Oil system CFD simulation
Understanding the way oil moves around an engine is key to ensuring an efficient lubrication system. To this end, CFD simulation of oil flows can prove highly beneficial to the engine designer. While CFD in the racing environment is more commonly thought of in the context of vehicle aerodynamics, it also has extensive applications in the powertrain, particularly with regard to inlet charge and exhaust gas behaviour. However, this type of simulation, given the right tools and understanding, can be used wherever there are fluid or gas flows.
With this in mind, it should come as no surprise that some engine developers have harnessed the power of CFD to create fully dynamic simulations of engine flows, encompassing both the properties of the fluids running in and around the engine, and accounting for factors such as heat rejection. Such advanced levels of simulation are exceptionally complex though, requiring large amounts of computing power to obtain high-resolution solutions. Luckily, with the emergence of open source CFD packages such as OpenFoam, and cloud-based computing, the ability to analyse specific areas of interest have been brought within the reach of a far wider range of engineers.
One particular area of the lubrication system into which CFD can provide useful insight is the design of oil pumps. The pump is arguably the most important component in the lubrication system, so in a highly optimised race engine its operation needs to be as efficient as possible.
The most common pump used in race engines, which invariably feature dry-sump lubrication, is the gerotor type. This consists of an external and an internal rotor, with the outer rotor driven by the rotation of the inner one, which is connected to a driveshaft. The pump body will have one or more inlets and outlets, and as the rotor rotates, the teeth of the inner and outer rotors disengage on the inlet side, creating a partial vacuum that draws oil in. The oil fills the volume between the teeth, and as the teeth begin to re-engage, it is forced out of the outlets.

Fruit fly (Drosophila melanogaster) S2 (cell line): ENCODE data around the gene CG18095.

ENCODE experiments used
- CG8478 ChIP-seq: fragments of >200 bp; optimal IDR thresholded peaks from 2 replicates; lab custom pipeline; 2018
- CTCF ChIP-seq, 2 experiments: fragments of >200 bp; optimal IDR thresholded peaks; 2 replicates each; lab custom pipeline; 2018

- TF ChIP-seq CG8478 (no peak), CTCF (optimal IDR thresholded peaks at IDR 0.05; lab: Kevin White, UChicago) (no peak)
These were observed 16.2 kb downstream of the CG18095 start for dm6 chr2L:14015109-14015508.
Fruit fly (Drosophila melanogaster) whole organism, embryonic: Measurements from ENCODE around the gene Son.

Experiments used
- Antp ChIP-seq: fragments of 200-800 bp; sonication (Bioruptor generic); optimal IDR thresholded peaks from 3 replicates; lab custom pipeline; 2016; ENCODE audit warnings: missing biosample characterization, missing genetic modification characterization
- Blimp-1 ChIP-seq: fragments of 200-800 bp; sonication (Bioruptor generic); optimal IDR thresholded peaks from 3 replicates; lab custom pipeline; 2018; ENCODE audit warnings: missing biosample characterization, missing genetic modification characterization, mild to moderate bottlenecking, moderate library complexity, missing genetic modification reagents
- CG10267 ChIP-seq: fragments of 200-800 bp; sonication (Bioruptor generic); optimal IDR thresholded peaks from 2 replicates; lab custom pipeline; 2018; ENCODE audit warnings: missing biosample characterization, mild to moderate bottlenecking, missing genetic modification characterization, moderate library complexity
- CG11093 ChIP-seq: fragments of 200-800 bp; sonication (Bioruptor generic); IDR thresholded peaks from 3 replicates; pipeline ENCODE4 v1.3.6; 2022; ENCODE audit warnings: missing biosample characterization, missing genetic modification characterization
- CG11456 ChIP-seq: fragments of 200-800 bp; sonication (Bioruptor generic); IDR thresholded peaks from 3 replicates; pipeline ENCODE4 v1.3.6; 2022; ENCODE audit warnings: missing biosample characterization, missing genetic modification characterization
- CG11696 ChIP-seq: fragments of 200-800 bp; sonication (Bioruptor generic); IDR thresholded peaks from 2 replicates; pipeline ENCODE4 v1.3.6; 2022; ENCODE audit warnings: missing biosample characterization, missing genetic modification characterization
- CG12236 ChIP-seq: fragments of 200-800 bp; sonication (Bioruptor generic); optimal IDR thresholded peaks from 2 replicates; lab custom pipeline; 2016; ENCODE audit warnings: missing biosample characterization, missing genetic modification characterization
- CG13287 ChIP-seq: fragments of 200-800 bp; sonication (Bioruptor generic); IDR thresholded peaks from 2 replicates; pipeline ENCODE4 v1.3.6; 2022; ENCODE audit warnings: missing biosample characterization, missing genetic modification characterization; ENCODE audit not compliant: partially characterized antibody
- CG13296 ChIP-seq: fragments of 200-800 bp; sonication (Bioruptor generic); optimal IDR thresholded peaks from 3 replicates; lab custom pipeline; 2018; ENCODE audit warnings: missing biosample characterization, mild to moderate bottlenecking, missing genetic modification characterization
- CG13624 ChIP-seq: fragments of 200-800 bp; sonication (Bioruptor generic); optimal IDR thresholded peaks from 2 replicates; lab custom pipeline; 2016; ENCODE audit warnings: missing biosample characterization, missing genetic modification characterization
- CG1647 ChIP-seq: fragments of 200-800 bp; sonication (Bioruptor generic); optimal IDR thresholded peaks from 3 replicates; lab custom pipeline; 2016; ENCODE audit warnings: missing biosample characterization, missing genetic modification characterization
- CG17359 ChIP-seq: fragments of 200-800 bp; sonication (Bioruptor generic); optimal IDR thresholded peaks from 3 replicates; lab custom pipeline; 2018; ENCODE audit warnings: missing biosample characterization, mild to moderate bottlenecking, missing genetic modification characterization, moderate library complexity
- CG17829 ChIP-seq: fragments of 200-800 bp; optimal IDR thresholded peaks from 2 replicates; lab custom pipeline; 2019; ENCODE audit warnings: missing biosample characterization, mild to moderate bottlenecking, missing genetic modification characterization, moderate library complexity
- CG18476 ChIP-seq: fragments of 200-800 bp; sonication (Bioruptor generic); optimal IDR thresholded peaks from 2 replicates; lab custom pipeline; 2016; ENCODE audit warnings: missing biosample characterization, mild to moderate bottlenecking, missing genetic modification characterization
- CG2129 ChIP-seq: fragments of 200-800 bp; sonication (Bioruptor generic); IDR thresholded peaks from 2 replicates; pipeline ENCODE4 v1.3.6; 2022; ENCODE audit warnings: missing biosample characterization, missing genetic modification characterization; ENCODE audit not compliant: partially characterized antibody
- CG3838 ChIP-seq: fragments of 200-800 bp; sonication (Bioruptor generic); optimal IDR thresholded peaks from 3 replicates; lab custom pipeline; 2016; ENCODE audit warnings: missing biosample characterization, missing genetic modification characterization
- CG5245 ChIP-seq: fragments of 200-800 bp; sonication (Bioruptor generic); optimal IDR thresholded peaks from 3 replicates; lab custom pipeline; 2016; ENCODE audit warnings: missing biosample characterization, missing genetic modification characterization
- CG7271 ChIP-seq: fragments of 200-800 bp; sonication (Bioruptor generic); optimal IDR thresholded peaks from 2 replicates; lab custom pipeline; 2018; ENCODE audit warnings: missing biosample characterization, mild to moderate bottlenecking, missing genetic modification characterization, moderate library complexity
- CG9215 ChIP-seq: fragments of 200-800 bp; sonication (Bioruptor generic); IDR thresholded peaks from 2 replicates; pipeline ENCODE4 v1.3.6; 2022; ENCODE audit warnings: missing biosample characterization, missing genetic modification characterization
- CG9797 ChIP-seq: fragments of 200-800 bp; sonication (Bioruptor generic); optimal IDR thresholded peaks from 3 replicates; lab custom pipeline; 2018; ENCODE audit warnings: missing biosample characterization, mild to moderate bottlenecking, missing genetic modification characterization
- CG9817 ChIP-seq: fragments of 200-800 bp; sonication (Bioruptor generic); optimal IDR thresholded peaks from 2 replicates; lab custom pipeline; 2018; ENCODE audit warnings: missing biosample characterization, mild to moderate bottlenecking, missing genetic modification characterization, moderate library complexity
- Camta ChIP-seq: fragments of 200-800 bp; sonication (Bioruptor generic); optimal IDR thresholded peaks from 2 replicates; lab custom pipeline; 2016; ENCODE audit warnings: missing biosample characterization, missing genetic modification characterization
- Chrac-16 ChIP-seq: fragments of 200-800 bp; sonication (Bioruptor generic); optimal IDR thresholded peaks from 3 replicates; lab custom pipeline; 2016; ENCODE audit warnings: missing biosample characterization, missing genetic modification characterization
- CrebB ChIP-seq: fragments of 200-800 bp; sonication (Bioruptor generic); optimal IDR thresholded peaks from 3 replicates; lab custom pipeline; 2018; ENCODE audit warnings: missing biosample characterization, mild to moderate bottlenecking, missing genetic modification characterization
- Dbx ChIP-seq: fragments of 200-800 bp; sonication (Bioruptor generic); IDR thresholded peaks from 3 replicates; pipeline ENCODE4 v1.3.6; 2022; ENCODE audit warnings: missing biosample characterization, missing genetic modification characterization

Theoretically, the flow rate of the oil is a function of the gears’ rotational speed, but in practice leakage through the gaps between the gears reduces efficiency. It is therefore beneficial for the pump designer to be able to model exactly what is going on inside a pump. While it is possible to physically test pumps on a rig, comparing different rotor geometries and body designs requires the production of multiple components. However, by using CFD to perform such analysis, changes need only be made in the CAD models, with the only limitation on the number of iterations that can be tested being the computing power available.
Provided the CFD model is properly validated, it can also be used to investigate other important phenomena, for example the formation of bubbles and cavitation in the pump body, or the impact that variations in features such as the shape and angle of the inlet and outlet ports has on oil pressure and flow. Being able to assess the benefits of changes in these areas can have a small but significant impact on overall engine efficiency, leading to potential gains in both lubrication system effectiveness and reductions in parasitic power losses.
It would be fair to say that, given the current state of development of CFD and its now widespread availability, such detailed investigations are no longer the preserve of the big engine manufacturers and are within reach of smaller engine developers.
Written by Lawrence Butcher
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